Colman's Mustard and Norfolk's Relationship to Continue
Published date: January 2019
Ever since 1814, Colman’s Mustard has called Norfolk home and this is set to continue, with a new factory in Honigham receiving the green light. In 2018 parent company Unilever, announced it would close its base in Norwich, where it has been producing mustard for 160 years. Employing over 100 people, this was devastating news for the county, so this turn-around is a big win for the region.
Jeremiah James Colman started the mustard factory in Norwich back in 1814 and the brand is still going strong today. The product hasn’t changed much over the years, the English mustard recipe was perfected a long time ago, so why change something that works? Supporting local farmers, Colman’s try and source as many ingredients as possible from the UK, with all their mustard seeds being milled on site in Norfolk. They are very proud of their Norfolk roots and understand the importance of the brand to the local area. Between 1997 and 2001, Colman’s were the main sponsors of Norwich City Football Club and these iconic shirts, with the Colman’s logo across the middle, are among some of the most prized shirts owned by the club’s supporters.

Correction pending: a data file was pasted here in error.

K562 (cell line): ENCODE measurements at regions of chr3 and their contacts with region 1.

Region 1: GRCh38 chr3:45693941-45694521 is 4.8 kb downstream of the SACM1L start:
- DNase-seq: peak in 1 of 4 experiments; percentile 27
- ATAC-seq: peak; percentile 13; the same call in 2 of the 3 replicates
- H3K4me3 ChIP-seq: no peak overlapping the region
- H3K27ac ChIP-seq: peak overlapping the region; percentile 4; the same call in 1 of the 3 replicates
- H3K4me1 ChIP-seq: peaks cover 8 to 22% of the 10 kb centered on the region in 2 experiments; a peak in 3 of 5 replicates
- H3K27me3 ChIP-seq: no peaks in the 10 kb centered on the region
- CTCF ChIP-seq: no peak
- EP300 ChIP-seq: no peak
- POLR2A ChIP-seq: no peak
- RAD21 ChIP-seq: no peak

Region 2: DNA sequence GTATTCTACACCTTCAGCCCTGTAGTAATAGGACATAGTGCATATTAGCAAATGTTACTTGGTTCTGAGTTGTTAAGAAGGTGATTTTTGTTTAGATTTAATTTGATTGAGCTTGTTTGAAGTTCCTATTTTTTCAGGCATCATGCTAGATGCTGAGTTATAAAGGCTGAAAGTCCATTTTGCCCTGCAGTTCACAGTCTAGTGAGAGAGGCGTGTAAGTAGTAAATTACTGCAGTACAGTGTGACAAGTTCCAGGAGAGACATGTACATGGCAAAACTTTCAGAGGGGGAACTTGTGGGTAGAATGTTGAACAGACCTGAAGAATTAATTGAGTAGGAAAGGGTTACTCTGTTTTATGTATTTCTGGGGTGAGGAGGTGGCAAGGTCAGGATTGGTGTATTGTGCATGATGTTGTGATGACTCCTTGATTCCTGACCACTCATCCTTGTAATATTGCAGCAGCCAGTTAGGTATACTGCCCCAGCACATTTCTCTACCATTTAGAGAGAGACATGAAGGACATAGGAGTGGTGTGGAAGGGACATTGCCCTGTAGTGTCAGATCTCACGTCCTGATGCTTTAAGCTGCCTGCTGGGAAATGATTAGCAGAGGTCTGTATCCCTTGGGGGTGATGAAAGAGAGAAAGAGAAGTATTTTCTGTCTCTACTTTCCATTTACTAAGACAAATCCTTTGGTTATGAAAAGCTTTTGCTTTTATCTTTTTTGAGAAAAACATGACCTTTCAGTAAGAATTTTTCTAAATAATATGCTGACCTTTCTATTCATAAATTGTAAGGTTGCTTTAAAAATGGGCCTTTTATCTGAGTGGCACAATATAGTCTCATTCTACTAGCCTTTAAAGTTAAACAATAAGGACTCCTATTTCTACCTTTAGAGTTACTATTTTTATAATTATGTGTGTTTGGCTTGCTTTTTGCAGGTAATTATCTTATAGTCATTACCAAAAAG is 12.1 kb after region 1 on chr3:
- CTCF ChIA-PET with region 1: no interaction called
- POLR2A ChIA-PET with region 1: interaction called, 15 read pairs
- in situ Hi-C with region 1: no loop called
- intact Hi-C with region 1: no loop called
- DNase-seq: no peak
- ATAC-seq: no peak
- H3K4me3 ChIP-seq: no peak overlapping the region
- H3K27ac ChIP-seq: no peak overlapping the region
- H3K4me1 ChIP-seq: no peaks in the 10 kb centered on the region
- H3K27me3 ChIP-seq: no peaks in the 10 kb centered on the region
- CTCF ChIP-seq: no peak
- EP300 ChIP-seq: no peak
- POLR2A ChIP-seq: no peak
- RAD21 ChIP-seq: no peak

The new site in Honingham, near Norwich, will grind mustard seeds and process mint for Colman’s before they are sent to the Midlands. Norfolk will continue to play an important role in the manufacture of Colman’s Mustard and it is thought that the factory could be operating by the end of 2019.
You may like to try these recipes that use Colman’s mustard.….
Cauliflower Cheese Bake with Colman’s Mustard
Adding Colman’s mustard gives this cauliflower cheese bake a real kick.
Prep time: 20 minutes
Cook time: 30 minutes
- 1 tsp olive oil
- 4 leeks, trimmed and sliced
- 1 large cauliflower, cut into pieces
- 500ml milk
- 4 tbsp flour
- 50g butter
- 2 tsp Colman’s English readymade mustard
- 125g strong cheddar cheese, grated
- 3 tbsp breadcrumbs
- Salt and freshly ground black pepper
Heat oven to 220°C, 200°C fan, gas mark 7.
Bring a large saucepan of water to the boil and add the cauliflower and cook for 7 minutes. Meanwhile fry the leeks in the olive oil until tender and starting to colour, around 7- 8 minutes. Drain the cauliflower and place in an ovenproof dish. When the leeks are cooked, add these to the ovenproof dish. In a saucepan, place the milk, flour and butter and using a hank whisk, whisk continuously over a medium heat until the mixture starts to boil and thickens. Once boiling, add the Colman’s mustard, salt and pepper and whisk for 2 further minutes, until the sauce is smooth, thick and bubbling. Turn off the heat and stir in half the grated cheese and pour this over the cauliflower and leeks. Scatter the remaining cheese and breadcrumbs over the top.
Bake in the pre-heated oven for 20-25 minutes until bubbling and golden on top.
Gammon with a Colman’s Mustard Glaze
This recipe uses Colman’s English mustard to make a delicious glaze. A great dinner party offering that can be served hot or cold.
Prep time: 20 minutes
Cook time: 4 hours plus
- 1 smoked ham, about 5kg/11lb, bone in
- 10 black peppercorns
- 3 bay leaves
- 3 tbsp soft brown sugar